The consideration of the Gujjar people living in the Western Himalayas as ‘a tribe or forest people’ is not only a question of categorizations but also that of the modalities of recognition of their rights. This presentation intends to question the way these two acceptations were forged and its effects on the livelihood of the Gujjar today. The reports or documents written by the administrators during the colonial period influenced the way the Indian governments thought about its public policies after the Independence. If the Gujjar families have settled near the villages in the valleys inhabited by the main population, they also continue to spend several months every year in the hight pastures with their buffaloes. While they may access certain services intended for them based on the benefits associated with the classification as scheduled tribes, they are deprived from the basics access to health and education when they spend time in the forest area regulated by the Forest Department. Therefore, the understanding of the Gujjar as a tribe seems to remain incomplete without the consideration of their rights as forest dwellers as recognized by the Forest Right Act of 2006.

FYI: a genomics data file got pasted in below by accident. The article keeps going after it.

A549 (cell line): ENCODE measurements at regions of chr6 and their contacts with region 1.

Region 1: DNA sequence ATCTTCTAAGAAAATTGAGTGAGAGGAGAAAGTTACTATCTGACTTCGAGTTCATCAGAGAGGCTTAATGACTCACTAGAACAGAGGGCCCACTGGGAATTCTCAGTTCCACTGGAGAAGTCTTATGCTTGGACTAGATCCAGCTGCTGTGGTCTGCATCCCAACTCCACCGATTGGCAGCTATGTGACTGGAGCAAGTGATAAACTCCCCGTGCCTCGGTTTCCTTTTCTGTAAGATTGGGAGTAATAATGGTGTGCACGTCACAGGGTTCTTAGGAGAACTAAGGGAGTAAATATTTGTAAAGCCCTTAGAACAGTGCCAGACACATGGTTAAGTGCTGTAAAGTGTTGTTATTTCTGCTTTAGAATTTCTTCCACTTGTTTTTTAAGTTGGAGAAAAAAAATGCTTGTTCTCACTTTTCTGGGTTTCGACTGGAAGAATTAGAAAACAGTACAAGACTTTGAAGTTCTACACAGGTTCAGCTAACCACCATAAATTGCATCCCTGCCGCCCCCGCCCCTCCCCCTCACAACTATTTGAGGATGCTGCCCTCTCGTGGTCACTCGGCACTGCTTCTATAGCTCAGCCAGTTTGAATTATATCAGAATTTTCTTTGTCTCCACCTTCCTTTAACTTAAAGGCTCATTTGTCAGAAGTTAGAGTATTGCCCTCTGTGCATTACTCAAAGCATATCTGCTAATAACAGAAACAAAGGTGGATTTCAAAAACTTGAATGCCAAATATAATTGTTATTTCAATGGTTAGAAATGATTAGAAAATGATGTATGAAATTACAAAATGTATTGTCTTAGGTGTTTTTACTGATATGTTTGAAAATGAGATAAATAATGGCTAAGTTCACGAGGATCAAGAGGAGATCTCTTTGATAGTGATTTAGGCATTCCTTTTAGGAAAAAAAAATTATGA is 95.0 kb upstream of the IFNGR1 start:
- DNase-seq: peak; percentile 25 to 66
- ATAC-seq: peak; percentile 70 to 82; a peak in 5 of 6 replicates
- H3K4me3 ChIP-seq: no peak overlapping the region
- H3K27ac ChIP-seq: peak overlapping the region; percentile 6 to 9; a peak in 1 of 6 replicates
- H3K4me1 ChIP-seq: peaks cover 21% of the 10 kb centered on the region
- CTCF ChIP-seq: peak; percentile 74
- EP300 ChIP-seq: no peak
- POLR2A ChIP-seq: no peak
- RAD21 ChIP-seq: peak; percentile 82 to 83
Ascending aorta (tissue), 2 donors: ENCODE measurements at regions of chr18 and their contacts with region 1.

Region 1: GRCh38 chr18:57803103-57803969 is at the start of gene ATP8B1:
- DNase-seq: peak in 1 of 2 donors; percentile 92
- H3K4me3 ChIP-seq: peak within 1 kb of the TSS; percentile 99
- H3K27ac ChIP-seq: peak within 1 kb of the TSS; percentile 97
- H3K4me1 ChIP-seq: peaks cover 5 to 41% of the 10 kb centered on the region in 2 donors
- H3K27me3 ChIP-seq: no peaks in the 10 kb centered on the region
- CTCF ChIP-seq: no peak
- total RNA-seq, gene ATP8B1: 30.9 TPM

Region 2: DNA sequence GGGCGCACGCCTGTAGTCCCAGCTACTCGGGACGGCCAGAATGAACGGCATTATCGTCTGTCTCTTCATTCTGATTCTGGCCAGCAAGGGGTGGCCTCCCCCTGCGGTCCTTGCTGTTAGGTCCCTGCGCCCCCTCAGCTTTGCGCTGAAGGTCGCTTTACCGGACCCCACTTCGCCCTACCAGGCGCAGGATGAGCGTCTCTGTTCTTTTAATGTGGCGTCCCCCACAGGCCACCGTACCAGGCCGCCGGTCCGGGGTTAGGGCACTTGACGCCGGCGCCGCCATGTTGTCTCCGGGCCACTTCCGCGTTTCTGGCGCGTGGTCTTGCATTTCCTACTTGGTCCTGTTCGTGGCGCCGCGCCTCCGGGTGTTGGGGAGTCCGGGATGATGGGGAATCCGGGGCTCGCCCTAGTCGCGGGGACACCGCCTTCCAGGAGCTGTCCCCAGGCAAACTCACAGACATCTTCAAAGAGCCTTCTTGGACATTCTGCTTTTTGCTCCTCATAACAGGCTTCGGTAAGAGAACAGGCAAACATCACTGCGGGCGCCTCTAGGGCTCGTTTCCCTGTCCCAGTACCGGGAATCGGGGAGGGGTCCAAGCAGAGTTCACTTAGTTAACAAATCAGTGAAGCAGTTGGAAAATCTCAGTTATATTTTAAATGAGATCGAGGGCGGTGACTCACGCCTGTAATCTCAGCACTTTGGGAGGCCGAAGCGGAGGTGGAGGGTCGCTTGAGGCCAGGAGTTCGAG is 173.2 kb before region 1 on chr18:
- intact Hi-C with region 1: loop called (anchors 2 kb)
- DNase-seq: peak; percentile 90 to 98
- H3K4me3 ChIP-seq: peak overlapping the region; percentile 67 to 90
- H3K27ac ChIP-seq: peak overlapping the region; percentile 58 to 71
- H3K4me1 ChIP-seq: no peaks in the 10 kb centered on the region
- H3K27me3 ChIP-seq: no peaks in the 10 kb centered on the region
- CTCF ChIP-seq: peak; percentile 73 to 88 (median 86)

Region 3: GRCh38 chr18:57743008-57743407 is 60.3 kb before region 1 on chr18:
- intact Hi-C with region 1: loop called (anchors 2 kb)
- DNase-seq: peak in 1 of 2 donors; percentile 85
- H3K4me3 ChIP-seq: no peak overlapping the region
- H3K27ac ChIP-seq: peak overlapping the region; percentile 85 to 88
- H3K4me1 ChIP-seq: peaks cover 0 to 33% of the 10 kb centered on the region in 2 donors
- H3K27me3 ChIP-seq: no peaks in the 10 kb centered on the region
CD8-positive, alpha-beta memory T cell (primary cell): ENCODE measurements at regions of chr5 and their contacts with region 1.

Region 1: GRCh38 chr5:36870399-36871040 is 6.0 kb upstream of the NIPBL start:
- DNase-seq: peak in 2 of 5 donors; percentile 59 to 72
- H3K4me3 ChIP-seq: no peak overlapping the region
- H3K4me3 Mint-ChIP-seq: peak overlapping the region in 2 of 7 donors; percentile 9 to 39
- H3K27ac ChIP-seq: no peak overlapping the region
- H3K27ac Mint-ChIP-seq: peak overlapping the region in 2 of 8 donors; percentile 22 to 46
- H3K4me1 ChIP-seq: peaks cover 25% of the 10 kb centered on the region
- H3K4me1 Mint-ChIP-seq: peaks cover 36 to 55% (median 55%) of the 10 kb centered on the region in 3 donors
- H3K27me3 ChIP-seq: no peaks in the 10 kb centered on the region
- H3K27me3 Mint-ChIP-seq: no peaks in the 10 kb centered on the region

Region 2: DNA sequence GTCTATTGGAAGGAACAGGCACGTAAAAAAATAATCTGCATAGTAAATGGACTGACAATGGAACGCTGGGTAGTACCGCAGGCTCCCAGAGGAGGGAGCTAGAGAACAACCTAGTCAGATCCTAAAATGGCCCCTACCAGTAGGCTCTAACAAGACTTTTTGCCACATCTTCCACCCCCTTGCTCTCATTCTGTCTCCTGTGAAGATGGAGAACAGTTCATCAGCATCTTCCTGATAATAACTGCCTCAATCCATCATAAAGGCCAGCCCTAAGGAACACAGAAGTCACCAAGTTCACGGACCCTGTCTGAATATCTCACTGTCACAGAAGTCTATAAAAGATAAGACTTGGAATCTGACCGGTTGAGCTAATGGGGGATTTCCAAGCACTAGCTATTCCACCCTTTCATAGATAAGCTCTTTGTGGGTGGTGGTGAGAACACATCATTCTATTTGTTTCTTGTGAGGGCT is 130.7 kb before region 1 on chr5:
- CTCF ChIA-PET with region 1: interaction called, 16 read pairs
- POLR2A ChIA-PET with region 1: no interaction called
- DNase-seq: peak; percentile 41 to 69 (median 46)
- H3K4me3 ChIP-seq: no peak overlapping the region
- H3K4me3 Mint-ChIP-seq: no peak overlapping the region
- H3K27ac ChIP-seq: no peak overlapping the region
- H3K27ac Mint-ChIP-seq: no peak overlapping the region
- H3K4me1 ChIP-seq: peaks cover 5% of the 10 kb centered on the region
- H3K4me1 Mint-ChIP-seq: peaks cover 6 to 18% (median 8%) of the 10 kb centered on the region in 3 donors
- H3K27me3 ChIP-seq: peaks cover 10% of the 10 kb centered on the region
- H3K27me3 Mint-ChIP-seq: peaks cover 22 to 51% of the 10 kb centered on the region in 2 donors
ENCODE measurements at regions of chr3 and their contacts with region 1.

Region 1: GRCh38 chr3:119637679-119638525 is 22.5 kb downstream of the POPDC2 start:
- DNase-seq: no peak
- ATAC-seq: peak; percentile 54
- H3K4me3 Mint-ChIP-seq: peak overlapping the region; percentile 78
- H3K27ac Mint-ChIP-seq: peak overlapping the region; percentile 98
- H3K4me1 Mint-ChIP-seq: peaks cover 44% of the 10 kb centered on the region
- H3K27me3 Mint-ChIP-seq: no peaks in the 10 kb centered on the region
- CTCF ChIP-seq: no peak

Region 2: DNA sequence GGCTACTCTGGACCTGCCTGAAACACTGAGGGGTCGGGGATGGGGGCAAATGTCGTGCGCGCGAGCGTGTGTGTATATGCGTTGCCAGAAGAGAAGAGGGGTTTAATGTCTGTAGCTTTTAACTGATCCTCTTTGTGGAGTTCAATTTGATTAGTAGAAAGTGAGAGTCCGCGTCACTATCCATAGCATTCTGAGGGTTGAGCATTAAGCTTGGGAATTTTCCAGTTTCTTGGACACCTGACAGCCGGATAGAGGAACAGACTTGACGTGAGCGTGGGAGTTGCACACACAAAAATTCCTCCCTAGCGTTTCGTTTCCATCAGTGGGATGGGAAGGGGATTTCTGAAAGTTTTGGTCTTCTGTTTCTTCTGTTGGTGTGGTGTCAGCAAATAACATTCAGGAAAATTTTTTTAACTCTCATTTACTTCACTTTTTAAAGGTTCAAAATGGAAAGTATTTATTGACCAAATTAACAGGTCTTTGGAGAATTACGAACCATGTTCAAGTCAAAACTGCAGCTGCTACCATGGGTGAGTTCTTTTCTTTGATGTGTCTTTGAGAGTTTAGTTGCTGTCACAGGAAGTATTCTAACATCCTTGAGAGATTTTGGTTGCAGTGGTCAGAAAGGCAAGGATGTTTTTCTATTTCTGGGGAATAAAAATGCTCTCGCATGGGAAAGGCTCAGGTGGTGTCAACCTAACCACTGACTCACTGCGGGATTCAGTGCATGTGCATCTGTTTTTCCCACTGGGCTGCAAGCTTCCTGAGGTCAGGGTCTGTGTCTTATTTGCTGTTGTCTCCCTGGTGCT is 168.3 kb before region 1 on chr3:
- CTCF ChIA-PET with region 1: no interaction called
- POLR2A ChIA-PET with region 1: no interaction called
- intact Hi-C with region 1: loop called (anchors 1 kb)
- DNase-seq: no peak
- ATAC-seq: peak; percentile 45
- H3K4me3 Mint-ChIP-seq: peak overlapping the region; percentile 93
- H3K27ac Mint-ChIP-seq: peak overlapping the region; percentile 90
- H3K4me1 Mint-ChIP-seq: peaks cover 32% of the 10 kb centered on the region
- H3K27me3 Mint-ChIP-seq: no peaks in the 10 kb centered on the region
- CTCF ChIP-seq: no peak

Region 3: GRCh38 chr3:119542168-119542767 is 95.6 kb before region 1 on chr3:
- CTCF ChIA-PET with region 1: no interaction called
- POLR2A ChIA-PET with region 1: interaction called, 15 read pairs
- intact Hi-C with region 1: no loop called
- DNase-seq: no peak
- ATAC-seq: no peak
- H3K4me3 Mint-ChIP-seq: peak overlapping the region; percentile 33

In my thesis, I tend to explain how the distinction of the life near the villages and within the forest should not be opposed but thought in relation. The written documents form a narrative that can be reconsidered through the lens of the oral culture specific to the population. When present in the forest, the members of the Gujjar community are allowed to disclose their oral literature, as they cut grass on the steep slopes or accompany their animals to graze. An attention to their orality allows to consider the way in which they think about their social relations and the sustainability of their livelihood, in their own terms. Thus, the question of their marginalization can be approached from a different perspective.